On Felipe Romero Beltrán's project "El cruce".
Perhaps we can define the border in relation to its only purpose: to cross it. The border is a geography that resides in the realm of language; once it is transgressed, it vanishes. Or, to put it another way, once you reach the place that defines one side and the other, you realize that the border never existed. Perhaps this is why crossing the border is the least of the tasks, the least of the ways in which it appears, because the border is not only ambiguous, it takes different forms, it even takes the form of water.
The Rio Bravo is established as a border between Mexico and the United States, it rises or lowers the water level, before its dam was built, it was the divinity that gave it order: periods of flood, during the rains, and dry periods without rain. Now it is an emancipated border. It is itself a god. The water can disappear, at the moment the floodgates close, it can lose all its volume. When this happens, the border becomes another kind of edge, which is the place where there used to be a river. The desert emerges, showing the sandbanks and pebble tapestries, condemns the eye to see the remains of a feast that will not be cleaned up, the waste of a drunkenness that no one intends to remove. In the periods in which the border is filled with water, its deserted riverbed is covered and returns to what it was, as if nothing strange had happened. The water that covers the border ignores the swimmer who crosses it from one side to the other for fun, who lets himself be carried away by the stream, and who questions its political condition. The water that covers the border ignores those who enter up to the waist, to be baptized, and use the river to cleanse all sins. The water that covers the border ignores those who now cross it and see how the swimmer and the Baptists are left halfway across.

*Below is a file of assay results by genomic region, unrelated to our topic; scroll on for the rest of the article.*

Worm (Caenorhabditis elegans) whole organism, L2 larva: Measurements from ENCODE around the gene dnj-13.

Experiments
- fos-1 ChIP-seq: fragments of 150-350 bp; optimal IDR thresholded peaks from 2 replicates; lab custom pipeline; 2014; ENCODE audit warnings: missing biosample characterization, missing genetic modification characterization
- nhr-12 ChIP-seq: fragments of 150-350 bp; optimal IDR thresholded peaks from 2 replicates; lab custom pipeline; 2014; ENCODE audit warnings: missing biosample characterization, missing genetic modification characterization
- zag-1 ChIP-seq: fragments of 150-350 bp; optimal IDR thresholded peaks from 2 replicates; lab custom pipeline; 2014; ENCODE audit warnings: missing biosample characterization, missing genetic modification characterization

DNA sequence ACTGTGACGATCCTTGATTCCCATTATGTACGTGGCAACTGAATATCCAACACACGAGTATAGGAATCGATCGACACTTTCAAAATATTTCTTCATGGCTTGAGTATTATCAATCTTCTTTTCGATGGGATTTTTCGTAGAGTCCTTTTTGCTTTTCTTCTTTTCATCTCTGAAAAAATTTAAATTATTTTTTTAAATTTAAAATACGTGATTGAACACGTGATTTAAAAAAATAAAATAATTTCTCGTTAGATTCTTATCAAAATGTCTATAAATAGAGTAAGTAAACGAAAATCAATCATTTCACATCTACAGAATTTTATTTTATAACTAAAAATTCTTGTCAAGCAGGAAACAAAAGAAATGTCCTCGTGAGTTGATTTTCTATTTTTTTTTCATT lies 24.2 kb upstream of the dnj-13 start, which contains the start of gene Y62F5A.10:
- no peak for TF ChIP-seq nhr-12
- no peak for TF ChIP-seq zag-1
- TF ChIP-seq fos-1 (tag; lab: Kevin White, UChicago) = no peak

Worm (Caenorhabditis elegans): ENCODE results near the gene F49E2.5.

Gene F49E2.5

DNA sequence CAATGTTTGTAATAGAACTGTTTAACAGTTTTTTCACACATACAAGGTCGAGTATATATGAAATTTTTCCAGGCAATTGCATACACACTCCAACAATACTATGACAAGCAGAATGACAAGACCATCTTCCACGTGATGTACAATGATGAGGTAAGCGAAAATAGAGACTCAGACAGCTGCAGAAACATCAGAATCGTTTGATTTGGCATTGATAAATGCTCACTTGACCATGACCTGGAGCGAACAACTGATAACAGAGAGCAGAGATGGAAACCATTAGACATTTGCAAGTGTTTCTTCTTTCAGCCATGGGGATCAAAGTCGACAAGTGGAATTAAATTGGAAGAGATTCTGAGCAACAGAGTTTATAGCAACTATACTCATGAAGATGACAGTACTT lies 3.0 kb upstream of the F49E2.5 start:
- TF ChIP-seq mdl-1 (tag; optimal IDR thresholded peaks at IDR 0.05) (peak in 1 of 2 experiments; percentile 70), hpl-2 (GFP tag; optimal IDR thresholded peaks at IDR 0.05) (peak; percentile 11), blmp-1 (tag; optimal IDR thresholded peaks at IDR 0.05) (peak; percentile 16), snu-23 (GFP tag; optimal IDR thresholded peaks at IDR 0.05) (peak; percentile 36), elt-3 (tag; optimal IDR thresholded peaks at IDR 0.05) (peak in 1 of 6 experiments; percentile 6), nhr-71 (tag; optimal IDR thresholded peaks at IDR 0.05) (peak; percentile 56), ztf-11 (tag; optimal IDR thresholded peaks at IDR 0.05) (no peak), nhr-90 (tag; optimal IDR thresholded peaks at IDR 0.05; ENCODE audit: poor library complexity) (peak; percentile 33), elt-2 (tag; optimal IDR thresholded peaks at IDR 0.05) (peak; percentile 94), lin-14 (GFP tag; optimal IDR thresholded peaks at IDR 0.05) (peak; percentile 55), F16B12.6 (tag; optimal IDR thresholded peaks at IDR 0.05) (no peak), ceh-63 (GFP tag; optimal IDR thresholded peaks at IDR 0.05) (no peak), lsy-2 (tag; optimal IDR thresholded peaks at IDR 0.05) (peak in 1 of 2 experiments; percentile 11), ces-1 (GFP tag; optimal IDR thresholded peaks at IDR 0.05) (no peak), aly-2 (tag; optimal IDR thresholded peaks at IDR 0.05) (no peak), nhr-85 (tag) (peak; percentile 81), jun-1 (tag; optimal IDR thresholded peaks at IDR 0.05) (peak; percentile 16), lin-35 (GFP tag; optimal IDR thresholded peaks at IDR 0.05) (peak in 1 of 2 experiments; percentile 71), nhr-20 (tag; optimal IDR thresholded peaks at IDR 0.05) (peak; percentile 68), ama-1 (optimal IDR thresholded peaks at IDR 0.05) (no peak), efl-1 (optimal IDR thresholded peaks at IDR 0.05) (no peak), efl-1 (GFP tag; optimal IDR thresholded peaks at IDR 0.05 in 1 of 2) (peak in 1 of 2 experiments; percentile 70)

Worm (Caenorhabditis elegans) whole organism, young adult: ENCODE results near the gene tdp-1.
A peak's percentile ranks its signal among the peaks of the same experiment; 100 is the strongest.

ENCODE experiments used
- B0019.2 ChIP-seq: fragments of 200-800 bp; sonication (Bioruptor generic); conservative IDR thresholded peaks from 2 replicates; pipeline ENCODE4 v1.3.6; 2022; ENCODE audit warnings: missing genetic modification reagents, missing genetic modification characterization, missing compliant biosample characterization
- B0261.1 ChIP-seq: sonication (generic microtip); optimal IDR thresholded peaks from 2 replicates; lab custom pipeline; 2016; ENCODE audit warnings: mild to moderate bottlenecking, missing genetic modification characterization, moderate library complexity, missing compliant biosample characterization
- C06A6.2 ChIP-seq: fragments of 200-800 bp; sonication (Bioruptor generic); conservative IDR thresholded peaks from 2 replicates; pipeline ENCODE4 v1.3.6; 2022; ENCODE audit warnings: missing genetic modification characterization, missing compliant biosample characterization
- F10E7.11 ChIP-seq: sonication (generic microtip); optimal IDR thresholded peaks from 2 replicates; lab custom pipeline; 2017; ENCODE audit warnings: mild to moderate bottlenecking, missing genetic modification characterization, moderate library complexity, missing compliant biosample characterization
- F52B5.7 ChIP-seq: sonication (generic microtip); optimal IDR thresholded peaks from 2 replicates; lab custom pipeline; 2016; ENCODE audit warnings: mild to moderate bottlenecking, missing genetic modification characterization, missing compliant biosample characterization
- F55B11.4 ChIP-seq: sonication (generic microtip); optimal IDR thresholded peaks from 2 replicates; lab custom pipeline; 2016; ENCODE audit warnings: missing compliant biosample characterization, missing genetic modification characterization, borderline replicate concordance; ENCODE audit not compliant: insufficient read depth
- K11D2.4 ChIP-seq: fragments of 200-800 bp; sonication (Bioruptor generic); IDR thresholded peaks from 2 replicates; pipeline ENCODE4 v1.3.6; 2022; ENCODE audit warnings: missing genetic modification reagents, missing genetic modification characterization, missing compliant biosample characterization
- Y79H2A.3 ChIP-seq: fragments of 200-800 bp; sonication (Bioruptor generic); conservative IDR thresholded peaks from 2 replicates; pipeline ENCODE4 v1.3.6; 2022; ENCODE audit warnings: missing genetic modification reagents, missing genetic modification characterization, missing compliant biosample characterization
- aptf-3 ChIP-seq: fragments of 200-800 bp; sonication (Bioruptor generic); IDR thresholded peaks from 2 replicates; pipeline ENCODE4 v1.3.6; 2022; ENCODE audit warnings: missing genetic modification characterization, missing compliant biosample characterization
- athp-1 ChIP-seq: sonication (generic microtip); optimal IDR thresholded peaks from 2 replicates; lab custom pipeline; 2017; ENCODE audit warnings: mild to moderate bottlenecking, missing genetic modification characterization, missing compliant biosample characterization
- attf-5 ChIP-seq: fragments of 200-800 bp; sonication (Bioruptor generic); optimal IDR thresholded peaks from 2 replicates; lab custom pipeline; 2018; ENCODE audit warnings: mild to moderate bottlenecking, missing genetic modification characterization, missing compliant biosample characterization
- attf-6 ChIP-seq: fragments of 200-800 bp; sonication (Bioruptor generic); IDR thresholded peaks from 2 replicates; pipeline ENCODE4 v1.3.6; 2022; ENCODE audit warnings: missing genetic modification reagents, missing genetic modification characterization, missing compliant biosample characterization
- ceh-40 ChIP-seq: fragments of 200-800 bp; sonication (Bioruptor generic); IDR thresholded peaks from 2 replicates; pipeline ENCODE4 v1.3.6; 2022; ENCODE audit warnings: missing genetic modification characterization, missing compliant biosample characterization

El cruce is a video project that explores the logics of the irregular crossing of migrants between Mexico and the United States through the Rio Bravo.
albert corbí, 2024